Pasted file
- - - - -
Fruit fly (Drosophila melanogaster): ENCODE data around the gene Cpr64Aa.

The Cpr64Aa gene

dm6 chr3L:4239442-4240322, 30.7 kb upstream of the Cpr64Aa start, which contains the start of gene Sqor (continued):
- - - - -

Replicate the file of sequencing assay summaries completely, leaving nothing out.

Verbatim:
Fruit fly (Drosophila melanogaster): ENCODE data around the gene Cpr64Aa.

The Cpr64Aa gene

dm6 chr3L:4239442-4240322, 30.7 kb upstream of the Cpr64Aa start, which contains the start of gene Sqor (continued):